“He’s constantly evolving [the scheme] to make sure we put our guys in position to do things that hit their strengths,” Taylor said of Anarumo. “He does a great job adjusting over the course of the week, over the course of the game. It’s not fun being a defensive coordinator in theAFC. Every week is a challenge. He never blinks. I think the players feel that from him. I feel that from him. He’s always going to give our guys a chance to go play well.”
The Bengals defense has also played its best when it’s mattered most. In Cincinnati’s six playoff games with Anarumo as defensive coordinator, the defense has forced 12 turnovers and is giving up just 18.2 points, including a second half in Kansas City last year when the Bengals held Mahomes and the Chiefs to just three points.
Fast forward to last Sunday’s masterclass, when Cincinnati stymied the vaunted Buffalo offense. The Bills hadn’t scored fewer than 17 points all year; they scored 10 against the Bengals.
“We know the game is gonna come to us sooner or later,” defensive tackle and team captain D.J. Reader said Tuesday. “A lot of people just can’t be disciplined, and that’s something coach Lou preaches.”
The Bengals against the Bills had by far the highest rate of perfectly covered dropbacks of any team against any opponent all season, according to Pro Football Focus.
Quarterback Josh Allen didn’t throw a touchdown pass all game. Star wide receiver Stefan Diggs caught just four balls for 35 yards. The Bengals run defense gave up just 63 yards on the ground. The Bills scored a touchdown on one of their eight possessions; like last year’s Chiefs, they scored just three points after the half.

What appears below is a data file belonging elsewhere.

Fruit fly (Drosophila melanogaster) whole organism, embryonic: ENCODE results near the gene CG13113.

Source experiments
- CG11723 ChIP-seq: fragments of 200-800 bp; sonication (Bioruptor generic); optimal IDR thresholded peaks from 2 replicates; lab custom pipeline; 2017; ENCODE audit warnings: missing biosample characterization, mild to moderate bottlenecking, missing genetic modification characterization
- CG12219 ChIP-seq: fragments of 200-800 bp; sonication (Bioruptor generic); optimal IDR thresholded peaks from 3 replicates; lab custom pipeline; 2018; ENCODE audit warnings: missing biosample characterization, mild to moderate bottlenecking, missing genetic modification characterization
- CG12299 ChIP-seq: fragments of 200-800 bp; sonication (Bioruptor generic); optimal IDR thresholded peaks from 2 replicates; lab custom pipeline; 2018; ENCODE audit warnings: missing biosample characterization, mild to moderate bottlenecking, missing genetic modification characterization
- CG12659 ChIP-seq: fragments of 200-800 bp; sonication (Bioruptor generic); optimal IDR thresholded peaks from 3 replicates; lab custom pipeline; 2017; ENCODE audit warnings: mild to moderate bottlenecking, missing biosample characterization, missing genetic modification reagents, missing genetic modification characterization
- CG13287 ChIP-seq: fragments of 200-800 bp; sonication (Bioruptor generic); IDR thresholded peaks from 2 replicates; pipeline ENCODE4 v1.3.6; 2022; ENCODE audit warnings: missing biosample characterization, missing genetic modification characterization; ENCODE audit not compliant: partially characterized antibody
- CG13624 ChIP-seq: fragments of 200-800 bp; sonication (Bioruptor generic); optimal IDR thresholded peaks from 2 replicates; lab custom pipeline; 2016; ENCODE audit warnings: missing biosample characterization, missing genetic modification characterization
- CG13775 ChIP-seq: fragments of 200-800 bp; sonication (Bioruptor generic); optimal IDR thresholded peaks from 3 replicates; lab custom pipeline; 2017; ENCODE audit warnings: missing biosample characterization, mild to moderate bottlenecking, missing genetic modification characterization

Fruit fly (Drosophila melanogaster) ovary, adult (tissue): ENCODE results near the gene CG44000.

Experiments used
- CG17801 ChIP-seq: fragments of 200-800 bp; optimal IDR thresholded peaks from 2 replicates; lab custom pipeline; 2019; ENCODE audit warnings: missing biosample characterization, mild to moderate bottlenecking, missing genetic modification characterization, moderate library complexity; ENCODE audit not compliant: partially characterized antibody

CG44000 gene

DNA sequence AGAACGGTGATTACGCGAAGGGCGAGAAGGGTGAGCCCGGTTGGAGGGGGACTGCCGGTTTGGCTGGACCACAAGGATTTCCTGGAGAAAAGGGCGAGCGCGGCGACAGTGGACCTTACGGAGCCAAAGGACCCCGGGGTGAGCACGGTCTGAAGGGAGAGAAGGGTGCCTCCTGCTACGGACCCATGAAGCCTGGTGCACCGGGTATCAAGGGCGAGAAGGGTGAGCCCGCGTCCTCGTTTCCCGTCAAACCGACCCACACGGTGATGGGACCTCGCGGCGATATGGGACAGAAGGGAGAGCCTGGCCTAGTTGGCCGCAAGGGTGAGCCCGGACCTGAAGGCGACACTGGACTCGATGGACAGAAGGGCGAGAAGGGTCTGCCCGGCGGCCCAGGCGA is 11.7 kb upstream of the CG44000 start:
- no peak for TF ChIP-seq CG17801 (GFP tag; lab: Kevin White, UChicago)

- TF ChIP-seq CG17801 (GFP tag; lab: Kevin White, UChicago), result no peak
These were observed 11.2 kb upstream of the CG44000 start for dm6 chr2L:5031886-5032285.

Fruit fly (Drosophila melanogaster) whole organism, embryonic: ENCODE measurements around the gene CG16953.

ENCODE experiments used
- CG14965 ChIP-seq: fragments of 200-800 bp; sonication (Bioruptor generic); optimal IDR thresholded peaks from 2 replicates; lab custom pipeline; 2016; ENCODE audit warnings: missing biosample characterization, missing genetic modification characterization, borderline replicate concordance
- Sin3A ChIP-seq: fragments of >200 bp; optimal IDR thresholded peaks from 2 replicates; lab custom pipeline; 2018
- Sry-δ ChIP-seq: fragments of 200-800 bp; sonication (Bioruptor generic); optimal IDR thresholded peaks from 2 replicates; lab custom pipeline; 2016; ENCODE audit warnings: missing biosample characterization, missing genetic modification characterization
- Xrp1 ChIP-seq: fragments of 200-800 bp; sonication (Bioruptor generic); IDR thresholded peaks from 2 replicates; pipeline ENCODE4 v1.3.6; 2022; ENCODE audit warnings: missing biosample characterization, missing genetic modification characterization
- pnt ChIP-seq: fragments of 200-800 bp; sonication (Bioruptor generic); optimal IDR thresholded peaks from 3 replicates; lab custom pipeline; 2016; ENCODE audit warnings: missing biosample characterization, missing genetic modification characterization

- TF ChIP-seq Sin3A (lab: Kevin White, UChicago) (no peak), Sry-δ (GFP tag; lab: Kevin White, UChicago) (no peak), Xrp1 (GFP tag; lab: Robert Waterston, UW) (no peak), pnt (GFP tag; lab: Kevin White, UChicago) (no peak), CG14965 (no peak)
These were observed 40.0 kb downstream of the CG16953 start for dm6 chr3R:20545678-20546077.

“They’re taking away your first, sometimes your second option,” said the NFL Network’s Brian Baldinger. “This guy is a next-level thinker. That’s what you’re up against when you play Cincinnati’s defense.”
It’s a lot about scheme. Anarumo used simulated pressures and disguised coverages with late movement at the snap to astonishing success (see here, and also, and also). He frequently blitzed a quarterback in Allen praised as a bail-out artist but not known for his quick decision making. The defensive line employed stunts and spies to keep Allen in the pocket where he’s least comfortable. In all, the Bengals appeared to expose a Bills offensive scheme that lacks enough “answers” to pressure situations and a quarterback who too often chooses difficult throws over a hot route or a check down.
But with Anarumo, it’s also about culture.
“Something that coach Lou has done, he’s created a family-oriented type of group here in Cincinnati,” safety Jessie Bates said. “Our defense is just so detailed, we play very hard for one another. Creating that family atmosphere helps us communicate, helps us talk on the same levels, ask the same types of questions, makes urge we’re seeing things through the same lens. We got a special group here for sure.”
Reader agrees. He remarked Tuesday he thinks Anarumo would be an “awesome” head coach.
“We gotta give him all the love, because he deserves it,” Reader said. “I watched him work his ass off all this year. […]As a person who plays for him, I couldn’t ask for more out of my defensive coordinator, to really trust us in the way he does. He comes over to us on the sideline, he’s not yelling at us, he’s not on us like that. He’s talking through everything. He’s a real teacher of the game, and being able to study under someone like that is a true blessing for sho’.”
So, what’s a defensive coordinator gotta do to get on a head-coaching shortlist?
Or as Peter Schrager put it, much to the chagrin of Bengals fandom: “The guy is nails. Can he get an interview?”